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Unholy Ritual - "Finis Origine Pendet" (CD/EP)

Unholy Ritual - "Finis Origine Pendet" CD/EP cover image

"Finis Origine Pendet" track listing:

1. Chalice Of Aquarius (6:05)
2. Ignes Fatui (4:28)
3. Distinct Inception (5:51)
4. Death Before Dishonor (Nakajima Ki-43 Hayabusa) (6:58)

Reviewed by on October 23, 2010

"Simply put, [the EP] combines some of the best aspects of Belphegor, DragonLord, Dimmu Borgir, and Cradle of Filth into one tight collection of brutality blended with melody."

Unholy Ritual has been around since as far back as 1997, but it’s only in recent years the band has actually become active, releasing a first full-length in 2008. That huge incubation period seems to have done the trick, because the new “Finis Origine Pendet” EP is a masterful collection of symphonic black metal tracks that show the genre is still alive and kicking, and still has a few unheard ideas to offer.

The four tracks that make up the EP are all high-end symphonic black metal along the same lines as the biggest names in the style. Simply put, it combines some of the best aspects of Belphegor, DragonLord, Dimmu Borgir, and Cradle of Filth into one tight collection of brutality blended with melody. The vocals are similar to anything else in same musical arena, but have a nice brutal rasp behind them to keep the music sounding heavy and evil even during the melodic segments.

“Chalice of Aquarius” opens up with wobbling string instruments in an operatic and cinematic style that isn’t usually heard in this type of music. Maybe it’s just the shared Greek ancestry, as Unholy Ritual doesn’t have much death metal influence, but the use of symphonic elements does have a dark vibe along the lines of the titanic Septic Flesh.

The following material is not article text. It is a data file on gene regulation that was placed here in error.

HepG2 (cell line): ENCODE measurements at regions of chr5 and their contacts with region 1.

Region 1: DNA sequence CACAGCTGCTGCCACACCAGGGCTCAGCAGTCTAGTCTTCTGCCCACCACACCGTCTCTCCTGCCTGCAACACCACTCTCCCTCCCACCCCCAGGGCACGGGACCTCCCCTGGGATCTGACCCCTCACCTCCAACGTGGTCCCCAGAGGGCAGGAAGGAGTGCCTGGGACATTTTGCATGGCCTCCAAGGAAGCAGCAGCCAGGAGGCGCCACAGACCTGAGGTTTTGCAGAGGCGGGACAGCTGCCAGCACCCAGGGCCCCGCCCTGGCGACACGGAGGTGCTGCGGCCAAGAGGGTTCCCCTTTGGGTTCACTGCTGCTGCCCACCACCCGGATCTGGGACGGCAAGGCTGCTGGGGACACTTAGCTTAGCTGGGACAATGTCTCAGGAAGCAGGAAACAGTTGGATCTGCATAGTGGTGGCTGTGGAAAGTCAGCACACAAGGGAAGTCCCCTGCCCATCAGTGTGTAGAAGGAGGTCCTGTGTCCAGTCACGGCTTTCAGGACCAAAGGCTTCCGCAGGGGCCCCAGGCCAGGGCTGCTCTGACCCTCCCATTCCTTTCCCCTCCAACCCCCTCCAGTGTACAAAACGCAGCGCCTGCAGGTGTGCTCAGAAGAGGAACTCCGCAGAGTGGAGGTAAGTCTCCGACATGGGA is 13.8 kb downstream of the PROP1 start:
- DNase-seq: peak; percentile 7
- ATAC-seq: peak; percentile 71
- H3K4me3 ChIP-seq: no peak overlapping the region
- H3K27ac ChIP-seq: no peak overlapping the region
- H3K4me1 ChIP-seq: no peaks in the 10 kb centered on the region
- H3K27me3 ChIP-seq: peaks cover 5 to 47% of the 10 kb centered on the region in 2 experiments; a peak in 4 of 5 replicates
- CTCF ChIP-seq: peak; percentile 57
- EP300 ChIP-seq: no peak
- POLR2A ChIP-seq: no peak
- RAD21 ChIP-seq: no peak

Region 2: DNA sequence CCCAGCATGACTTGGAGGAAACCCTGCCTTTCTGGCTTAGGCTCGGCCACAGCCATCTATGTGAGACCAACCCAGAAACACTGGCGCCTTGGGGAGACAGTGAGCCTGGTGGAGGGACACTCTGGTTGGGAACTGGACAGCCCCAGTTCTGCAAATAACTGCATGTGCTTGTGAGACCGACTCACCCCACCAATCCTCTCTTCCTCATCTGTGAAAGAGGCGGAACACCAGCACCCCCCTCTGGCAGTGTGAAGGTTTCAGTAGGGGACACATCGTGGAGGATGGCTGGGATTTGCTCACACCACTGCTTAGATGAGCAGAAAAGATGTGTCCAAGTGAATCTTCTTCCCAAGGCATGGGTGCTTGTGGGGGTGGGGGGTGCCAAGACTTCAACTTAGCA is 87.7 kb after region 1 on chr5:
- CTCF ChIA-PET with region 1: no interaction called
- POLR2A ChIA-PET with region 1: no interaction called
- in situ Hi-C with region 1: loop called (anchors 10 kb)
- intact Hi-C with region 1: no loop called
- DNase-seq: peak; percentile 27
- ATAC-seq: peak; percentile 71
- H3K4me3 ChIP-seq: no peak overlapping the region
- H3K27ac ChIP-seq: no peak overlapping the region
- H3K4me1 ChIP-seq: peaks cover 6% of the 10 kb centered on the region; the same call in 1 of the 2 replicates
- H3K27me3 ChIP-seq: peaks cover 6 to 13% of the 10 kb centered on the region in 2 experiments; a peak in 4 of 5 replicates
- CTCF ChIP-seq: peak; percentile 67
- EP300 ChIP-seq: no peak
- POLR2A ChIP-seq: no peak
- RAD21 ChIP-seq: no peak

Unholy Ritual may be black metal of the corpse paint variety, but that doesn’t mean it’s a one trick pony or it can’t be taken too seriously. While the style may have started with angst ridden teenagers, “Finis Origine Pendet” shows that the genre can grow up along with the fans. The tag “progressive” might be pushing it a bit, but the use of instrumentation throughout the EP is undeniably a step ahead of other symphonic bands in the same vein.

The exchanges between the guitars and drums frequently have surprising twists and turns that make it a pleasure to keep listening, and the worn out occult themes aren’t always bogging down the music. Based on the sounds going on in the background, it would seem that “Death Before Dishonour” is more about Kamikaze pilots than about silly mythological characters like Satan.

Considering how lack luster some of the recent releases from more famous bands have been, Unholy Ritual’s latest EP is honestly a better representation of symphonic black metal in 2010 than anything bigger bands have provided. Hopefully the group keeps on going and this is just a teaser for the full-length albums to come.

Highs: Symphonic style that is nothing short of cinematic, and matches the black metal nearly perfectly

Lows: Has some fun twists and turns, but isn't completley unique and overall follows the genre norms.

Bottom line: One of the best symphonic black metal releases of the year, it's just too bad its a short EP.

Rated 4 out of 5 skulls
4 out of 5 skulls

Rating Description
Rated 5 out of 5 skulls Perfection. (No discernable flaws; one of the reviewer's all-time favorites)
Rated 4.5 out of 5 skulls Near Perfection. (An instant classic with some minor imperfections)
Rated 4 out of 5 skulls Excellent. (An excellent effort worth picking up)
Rated 3.5 out of 5 skulls Good. (A good effort, worth checking out or picking up)
Rated 3 out of 5 skulls Decent. (A decent effort worth checking out if the style fits your tastes)
Rated 2.5 out of 5 skulls Average. (Nothing special; worth checking out if the style fits your taste)
Rated 2 out of 5 skulls Fair. (There is better metal out there)
< 2 skulls Pretty Bad. (Don't bother)